A Six-Session Investigation of the Toughest Objections to Christianity

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Author: Lee Strobel and Garry Poole

I know not everyone is interested in spiritual books so link ahead to other categories or articles here if you don’t care to explore what could be a way to discover new meaning and purpose in your life.  I’ve read several books by C.S. Lewis recently which I really enjoyed, like The Screwtape Letters, The Abolition of Man, and The Great Divorce.  The screwtape letters were wonderful and insightful in a sad and scary way while the other two were more intellectually challenging as they were a much harder to read from the sense of understanding the author, Lewis.

Anyway much of Lewis’ writings have triggered many other authors to seek their questions about God and Christianity and the Case for Faith is one of those examples, by Lee Strobel.  I’ve read several of Strobel’s other books (see my review of God’s Outragious Claims and The Case for Christ) and this book is definitely my favorite of the three.  Faith is something I have deeply grown in and it has become an important part of who I am, and it drives me to live the way I live.  It brings joy, contentment as well as turmoil and question about what I should be doing, what I can be doing and if I’m leading myself or letting God lead me?

Faith

Faith is a tough subject to write about, and even tougher to make arguments for since Faith itself is completely based on believing in something that you are not entirely sure about.  This book puts both of that into a mixture of questions around faith and Christianity, yet at the same time, providing a number of explanations and reasons why those questions are so important in the context of faith.  There are a number of interviews conducted in the book, with scholars and subject experts, both aethiest and Christian and Strobel presents them into a convincing set of apologetic answers and explanations that should be enough for any faith seeker to be convinced that there is ample truth and evidence in those many questions to warrant the faith that is then required to become a believer.

A few areas I especially liked in the book were how much of the atheist claims about science, evolution, and attempts to discredit the Word of God, have been repeatedly discredited by not only Christian research and scholars, but science as well.  I’ve learned some of this on my own researching science that has become the “standard explanation” for the origin of life and the universe.  Unfortunately, there is a lot of science taught in school as truths, when in reality, they are not proven any more than many of the cases this book argues.  I’ve met my share of atheists and even had arguments from them on this site, and surprisingly I see they have as much faith in their religion (I mean non-religion since that is what they would have you believe) as I have in mine.  That is still a clear case of faith and the ability to choose your faith should only be done with what can be believed with enough credit and evidence that you feel you can trust it, go with the uncertainly you still have and grow in that faith by experiencing the results of it.  This is where I feel Strobel’s book did an excellent job, covering in interviews how faith is not just an initial leap, but a transformation towards something through experience.  Faith leads to something you can truly know in your soul and that experience and relationship with Christ that so many discover is what separates believers in God and Christ from those who have a faith that He does not exist.  Not believing requires putting your faith in other people, scientific theory, research, scholars and much imagination, since there is no supernatural to explain the origin of life and the universe.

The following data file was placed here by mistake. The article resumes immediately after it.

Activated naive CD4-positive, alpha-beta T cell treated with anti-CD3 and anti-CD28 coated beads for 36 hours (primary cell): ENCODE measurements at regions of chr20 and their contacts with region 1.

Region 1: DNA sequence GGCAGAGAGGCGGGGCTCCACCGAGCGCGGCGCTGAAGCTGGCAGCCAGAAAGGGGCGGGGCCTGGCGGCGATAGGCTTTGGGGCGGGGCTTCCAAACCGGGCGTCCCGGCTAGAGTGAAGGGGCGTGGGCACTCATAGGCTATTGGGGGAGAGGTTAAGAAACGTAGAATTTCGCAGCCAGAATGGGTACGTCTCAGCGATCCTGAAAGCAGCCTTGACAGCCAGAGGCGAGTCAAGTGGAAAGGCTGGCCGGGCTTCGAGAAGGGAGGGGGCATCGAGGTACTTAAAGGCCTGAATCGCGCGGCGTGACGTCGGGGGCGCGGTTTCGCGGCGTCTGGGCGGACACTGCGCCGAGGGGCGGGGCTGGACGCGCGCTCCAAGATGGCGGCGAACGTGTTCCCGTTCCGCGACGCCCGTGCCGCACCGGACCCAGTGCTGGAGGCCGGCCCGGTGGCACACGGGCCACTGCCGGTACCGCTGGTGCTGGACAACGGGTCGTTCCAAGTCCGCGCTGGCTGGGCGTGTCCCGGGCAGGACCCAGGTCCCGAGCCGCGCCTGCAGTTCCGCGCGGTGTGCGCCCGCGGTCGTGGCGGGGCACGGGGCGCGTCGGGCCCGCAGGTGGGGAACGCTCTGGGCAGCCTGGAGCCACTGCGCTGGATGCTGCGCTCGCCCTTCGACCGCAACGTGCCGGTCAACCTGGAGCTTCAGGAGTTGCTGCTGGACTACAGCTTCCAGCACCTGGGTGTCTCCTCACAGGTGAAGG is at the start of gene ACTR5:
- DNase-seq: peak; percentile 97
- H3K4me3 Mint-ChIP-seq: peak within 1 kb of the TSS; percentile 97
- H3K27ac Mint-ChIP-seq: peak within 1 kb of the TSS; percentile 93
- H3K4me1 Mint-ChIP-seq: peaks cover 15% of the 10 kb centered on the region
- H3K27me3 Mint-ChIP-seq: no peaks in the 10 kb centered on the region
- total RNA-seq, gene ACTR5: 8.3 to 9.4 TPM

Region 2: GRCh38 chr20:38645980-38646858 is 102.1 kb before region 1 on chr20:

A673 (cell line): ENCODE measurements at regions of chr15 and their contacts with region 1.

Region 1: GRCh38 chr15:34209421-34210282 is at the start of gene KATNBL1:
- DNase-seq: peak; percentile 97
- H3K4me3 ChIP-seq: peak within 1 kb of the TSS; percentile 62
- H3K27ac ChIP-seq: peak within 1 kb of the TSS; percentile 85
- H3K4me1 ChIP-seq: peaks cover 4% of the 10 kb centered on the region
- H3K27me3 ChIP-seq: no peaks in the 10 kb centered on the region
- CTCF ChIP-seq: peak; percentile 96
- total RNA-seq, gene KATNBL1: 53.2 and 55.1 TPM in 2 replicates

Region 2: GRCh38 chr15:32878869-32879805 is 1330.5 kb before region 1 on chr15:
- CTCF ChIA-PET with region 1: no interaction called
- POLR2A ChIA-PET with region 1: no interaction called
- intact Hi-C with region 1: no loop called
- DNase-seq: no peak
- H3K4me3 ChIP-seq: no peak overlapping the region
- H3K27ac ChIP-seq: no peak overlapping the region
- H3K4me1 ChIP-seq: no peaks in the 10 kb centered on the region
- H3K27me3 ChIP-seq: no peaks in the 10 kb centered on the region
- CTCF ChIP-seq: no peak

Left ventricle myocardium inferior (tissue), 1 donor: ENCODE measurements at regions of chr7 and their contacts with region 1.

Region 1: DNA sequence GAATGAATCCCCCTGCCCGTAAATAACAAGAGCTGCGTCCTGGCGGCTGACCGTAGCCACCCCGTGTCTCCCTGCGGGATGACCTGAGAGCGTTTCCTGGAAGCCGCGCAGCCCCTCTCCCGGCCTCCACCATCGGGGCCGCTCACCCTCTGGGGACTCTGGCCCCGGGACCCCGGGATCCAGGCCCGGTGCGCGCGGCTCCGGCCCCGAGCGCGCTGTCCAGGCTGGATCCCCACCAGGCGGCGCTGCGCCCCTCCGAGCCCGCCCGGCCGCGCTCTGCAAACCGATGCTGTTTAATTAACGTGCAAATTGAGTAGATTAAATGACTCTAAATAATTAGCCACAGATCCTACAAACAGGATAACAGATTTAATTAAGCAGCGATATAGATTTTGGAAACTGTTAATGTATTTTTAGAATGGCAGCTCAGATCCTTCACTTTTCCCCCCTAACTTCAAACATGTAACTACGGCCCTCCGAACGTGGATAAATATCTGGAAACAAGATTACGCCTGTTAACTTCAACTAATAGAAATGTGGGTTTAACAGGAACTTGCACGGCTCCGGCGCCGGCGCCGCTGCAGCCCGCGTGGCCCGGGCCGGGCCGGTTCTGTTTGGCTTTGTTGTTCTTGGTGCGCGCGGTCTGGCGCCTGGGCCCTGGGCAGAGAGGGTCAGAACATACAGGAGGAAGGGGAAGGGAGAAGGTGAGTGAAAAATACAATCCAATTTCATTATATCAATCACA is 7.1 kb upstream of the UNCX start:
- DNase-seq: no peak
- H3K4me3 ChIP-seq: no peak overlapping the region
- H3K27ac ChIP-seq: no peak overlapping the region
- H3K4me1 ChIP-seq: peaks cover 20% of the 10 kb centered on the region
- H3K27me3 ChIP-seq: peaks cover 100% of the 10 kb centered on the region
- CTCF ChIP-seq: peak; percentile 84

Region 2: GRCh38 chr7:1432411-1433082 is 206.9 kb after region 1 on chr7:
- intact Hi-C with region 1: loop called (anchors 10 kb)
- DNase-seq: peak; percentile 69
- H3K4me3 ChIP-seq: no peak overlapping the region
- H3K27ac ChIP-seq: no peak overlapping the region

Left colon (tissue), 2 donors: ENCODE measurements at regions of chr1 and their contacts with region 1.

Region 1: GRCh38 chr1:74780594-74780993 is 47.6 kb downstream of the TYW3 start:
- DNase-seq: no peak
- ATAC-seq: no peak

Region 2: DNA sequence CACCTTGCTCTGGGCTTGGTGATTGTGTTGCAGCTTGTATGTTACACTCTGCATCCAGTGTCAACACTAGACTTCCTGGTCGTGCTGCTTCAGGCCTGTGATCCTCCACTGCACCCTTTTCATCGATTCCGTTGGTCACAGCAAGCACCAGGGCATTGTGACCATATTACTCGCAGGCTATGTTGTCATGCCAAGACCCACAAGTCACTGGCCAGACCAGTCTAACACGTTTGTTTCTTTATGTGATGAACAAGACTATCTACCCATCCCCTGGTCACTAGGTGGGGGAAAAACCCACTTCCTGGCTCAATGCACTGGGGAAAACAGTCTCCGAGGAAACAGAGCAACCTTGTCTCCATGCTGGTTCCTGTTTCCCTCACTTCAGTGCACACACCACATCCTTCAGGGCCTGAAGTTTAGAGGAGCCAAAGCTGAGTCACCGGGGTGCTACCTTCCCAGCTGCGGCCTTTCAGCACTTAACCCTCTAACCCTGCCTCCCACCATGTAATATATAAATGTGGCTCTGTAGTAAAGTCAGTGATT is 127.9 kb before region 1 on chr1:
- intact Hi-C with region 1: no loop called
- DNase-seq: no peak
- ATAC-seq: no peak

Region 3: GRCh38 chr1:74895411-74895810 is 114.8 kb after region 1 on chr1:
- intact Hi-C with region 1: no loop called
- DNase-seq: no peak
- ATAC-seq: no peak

Strobel was once an atheist so many of his questions were formed when he was seeking answers and arguing against the requirements of faith which he now as a Christian, puts to the challenge with the evidence and arguments that he has collected to help others understand and explain some of the toughest objections to Christianity.  As with any book, and especially to the atheist, you have to understand this book is about a Case FOR Christ, it helps to steer you toward a Faith in Him that can change your life. I think the book is great for anyone seeking more answers about God, wanting to see arguments for or against their current views and to add a deeper perspective on what Faith really requires, regardless of your current believes, Christian or not.  It’s easy to read and doesn’t require you to know a lot of historical background or content from the Bible but of course that helps as many references are used as evidence but not the whole context of them outlined.  So, if Faith is either something you are lacking, want to strengthen or simply curious to explore what Faith is all about, I think you will then certainly enjoy, The Case For Faith!



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